I turned forty yesterday--at precisely 6:18 p.m., in fact. Stephen Harper's psychic hairdresser would probably wish me to point out that such an evening birth gave me a Leo ascendant, which explains the total lack of humility, subtlety, tact, and dignified reserve that my Capricorn Sun and Virgo Moon would otherwise have the power to lend these writings (and their author). Blame it on the stars.
Remarkably, even as Israel continues to exterminate the vicious, civilization-hating Islamofascists hiding in UN humanitarian convoys and schools, other less important but more amusing things are actually happening. To wit:
Harper's Back, and More Immaterial Than Ever!
It's good to see our prime minister blinking his soporific blink on the nation's political radar screen again. I was afraid that our Boeing-sized leader had suffered an explosive decompression en route between the Golden Dragon's all-you-can-eat luncheon buffet and a Tim Hortons.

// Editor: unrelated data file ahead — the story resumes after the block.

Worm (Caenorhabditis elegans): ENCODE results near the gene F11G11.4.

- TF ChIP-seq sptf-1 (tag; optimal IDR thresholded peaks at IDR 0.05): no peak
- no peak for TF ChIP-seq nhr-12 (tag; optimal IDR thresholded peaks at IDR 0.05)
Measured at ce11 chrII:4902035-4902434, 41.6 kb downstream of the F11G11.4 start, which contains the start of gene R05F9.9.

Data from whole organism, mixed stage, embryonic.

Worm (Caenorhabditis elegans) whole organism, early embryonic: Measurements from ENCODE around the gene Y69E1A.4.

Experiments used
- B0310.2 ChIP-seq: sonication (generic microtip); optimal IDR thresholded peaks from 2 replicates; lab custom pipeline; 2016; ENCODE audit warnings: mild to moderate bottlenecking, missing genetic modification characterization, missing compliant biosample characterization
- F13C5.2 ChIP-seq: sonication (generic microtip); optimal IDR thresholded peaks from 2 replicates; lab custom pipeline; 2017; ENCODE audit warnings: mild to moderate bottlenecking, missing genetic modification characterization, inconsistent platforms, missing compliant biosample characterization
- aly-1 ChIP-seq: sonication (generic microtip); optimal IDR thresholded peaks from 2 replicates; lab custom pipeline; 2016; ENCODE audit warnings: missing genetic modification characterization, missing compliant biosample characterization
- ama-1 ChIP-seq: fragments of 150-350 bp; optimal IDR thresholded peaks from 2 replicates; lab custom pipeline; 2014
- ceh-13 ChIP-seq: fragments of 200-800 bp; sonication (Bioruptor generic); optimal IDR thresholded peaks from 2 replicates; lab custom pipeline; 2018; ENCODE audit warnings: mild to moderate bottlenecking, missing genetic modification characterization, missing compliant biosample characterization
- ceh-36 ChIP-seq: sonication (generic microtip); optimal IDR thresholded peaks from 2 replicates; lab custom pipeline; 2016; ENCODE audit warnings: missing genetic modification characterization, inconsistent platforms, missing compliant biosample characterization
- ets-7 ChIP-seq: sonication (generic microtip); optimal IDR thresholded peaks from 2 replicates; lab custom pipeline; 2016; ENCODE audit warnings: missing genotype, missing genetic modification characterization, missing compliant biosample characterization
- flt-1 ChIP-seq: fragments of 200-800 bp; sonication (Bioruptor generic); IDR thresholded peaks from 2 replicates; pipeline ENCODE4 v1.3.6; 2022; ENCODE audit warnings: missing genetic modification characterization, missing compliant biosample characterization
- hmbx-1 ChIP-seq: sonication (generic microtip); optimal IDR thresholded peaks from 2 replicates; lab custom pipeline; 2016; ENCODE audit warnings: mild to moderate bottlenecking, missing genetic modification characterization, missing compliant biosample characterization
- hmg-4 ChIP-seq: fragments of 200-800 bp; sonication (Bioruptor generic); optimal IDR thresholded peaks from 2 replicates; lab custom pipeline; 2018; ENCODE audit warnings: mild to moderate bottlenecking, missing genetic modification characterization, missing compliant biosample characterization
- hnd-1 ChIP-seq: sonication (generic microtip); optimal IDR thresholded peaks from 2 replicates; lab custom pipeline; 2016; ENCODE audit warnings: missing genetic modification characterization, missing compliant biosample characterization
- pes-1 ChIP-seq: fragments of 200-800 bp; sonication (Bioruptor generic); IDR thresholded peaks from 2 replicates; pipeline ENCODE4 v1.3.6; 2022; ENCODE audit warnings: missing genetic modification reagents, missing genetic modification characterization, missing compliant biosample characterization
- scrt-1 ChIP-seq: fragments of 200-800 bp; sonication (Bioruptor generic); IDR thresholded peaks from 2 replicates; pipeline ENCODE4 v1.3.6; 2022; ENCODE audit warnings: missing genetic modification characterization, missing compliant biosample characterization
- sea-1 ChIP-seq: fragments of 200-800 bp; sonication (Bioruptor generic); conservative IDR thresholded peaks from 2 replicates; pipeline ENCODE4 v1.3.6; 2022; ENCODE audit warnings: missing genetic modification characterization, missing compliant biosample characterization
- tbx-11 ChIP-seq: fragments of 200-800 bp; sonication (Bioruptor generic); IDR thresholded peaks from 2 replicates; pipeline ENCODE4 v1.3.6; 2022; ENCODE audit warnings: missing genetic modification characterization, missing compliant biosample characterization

In a touching display of the only form of empathy his IBM designers have apparently made him capable of showing, Harper revealed that he found the extent of current Canadian unemployment "troubling"--leading me to wonder whether Captain Smith is recorded as having found it "distressing" to learn of his ship's impending trip to the bottom of the Atlantic.
Despite it all, though, Mr. Harper believes that Canada will soon emerge "stronger than ever" from the crisis. Well obviously: with 71,000 full-time jobs lost last month, a number the article tells us was "far worse than economists had expected", Canada may very soon achieve the kind of unemployment and resultant widespread poverty that really builds character--the kind of character my grandmother ended up with after the Great Depression, the kind that moved her to vote CCF/NDP for much of her life.
In any case, Harper's admirable sang froid in the face of a looming disaster that may reduce thousands of Canadians to the expedient of subsisting on Alpo but will likely not incommode His Serene Red Neckness beyond the guilt-driven impulse to tip his country-club parking valet a Toonie rather than the customary Loonie should be an inspiration to us all.